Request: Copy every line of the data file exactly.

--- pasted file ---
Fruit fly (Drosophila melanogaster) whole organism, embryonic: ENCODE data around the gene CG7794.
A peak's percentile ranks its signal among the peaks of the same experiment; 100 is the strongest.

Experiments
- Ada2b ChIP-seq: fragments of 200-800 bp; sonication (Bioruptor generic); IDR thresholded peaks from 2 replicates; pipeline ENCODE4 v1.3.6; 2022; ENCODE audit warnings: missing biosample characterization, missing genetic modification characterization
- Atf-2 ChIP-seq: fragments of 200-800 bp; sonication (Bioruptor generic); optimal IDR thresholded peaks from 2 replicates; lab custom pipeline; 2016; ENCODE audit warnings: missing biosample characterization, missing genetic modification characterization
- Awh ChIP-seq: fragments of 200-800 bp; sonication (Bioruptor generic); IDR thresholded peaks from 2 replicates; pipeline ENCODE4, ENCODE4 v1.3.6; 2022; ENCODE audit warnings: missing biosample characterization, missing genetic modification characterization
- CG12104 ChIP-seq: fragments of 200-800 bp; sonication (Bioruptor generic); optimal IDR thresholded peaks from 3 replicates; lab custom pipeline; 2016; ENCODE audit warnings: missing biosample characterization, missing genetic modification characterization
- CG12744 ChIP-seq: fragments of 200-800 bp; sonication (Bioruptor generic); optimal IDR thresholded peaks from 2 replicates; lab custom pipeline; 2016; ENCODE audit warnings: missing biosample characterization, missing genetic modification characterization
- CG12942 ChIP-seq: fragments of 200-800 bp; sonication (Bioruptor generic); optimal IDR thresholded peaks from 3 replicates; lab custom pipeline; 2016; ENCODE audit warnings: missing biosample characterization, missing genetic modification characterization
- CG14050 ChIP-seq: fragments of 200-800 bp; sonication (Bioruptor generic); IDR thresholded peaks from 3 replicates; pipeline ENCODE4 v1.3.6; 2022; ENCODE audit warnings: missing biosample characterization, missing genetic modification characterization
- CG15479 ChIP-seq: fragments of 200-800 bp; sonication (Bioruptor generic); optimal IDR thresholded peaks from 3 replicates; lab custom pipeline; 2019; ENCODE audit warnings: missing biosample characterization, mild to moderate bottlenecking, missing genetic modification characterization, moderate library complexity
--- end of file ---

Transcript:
Fruit fly (Drosophila melanogaster) whole organism, embryonic: ENCODE data around the gene CG7794.
A peak's percentile ranks its signal among the peaks of the same experiment; 100 is the strongest.

Experiments
- Ada2b ChIP-seq: fragments of 200-800 bp; sonication (Bioruptor generic); IDR thresholded peaks from 2 replicates; pipeline ENCODE4 v1.3.6; 2022; ENCODE audit warnings: missing biosample characterization, missing genetic modification characterization
- Atf-2 ChIP-seq: fragments of 200-800 bp; sonication (Bioruptor generic); optimal IDR thresholded peaks from 2 replicates; lab custom pipeline; 2016; ENCODE audit warnings: missing biosample characterization, missing genetic modification characterization
- Awh ChIP-seq: fragments of 200-800 bp; sonication (Bioruptor generic); IDR thresholded peaks from 2 replicates; pipeline ENCODE4, ENCODE4 v1.3.6; 2022; ENCODE audit warnings: missing biosample characterization, missing genetic modification characterization
- CG12104 ChIP-seq: fragments of 200-800 bp; sonication (Bioruptor generic); optimal IDR thresholded peaks from 3 replicates; lab custom pipeline; 2016; ENCODE audit warnings: missing biosample characterization, missing genetic modification characterization
- CG12744 ChIP-seq: fragments of 200-800 bp; sonication (Bioruptor generic); optimal IDR thresholded peaks from 2 replicates; lab custom pipeline; 2016; ENCODE audit warnings: missing biosample characterization, missing genetic modification characterization
- CG12942 ChIP-seq: fragments of 200-800 bp; sonication (Bioruptor generic); optimal IDR thresholded peaks from 3 replicates; lab custom pipeline; 2016; ENCODE audit warnings: missing biosample characterization, missing genetic modification characterization
- CG14050 ChIP-seq: fragments of 200-800 bp; sonication (Bioruptor generic); IDR thresholded peaks from 3 replicates; pipeline ENCODE4 v1.3.6; 2022; ENCODE audit warnings: missing biosample characterization, missing genetic modification characterization
- CG15479 ChIP-seq: fragments of 200-800 bp; sonication (Bioruptor generic); optimal IDR thresholded peaks from 3 replicates; lab custom pipeline; 2019; ENCODE audit warnings: missing biosample characterization, mild to moderate bottlenecking, missing genetic modification characterization, moderate library complexity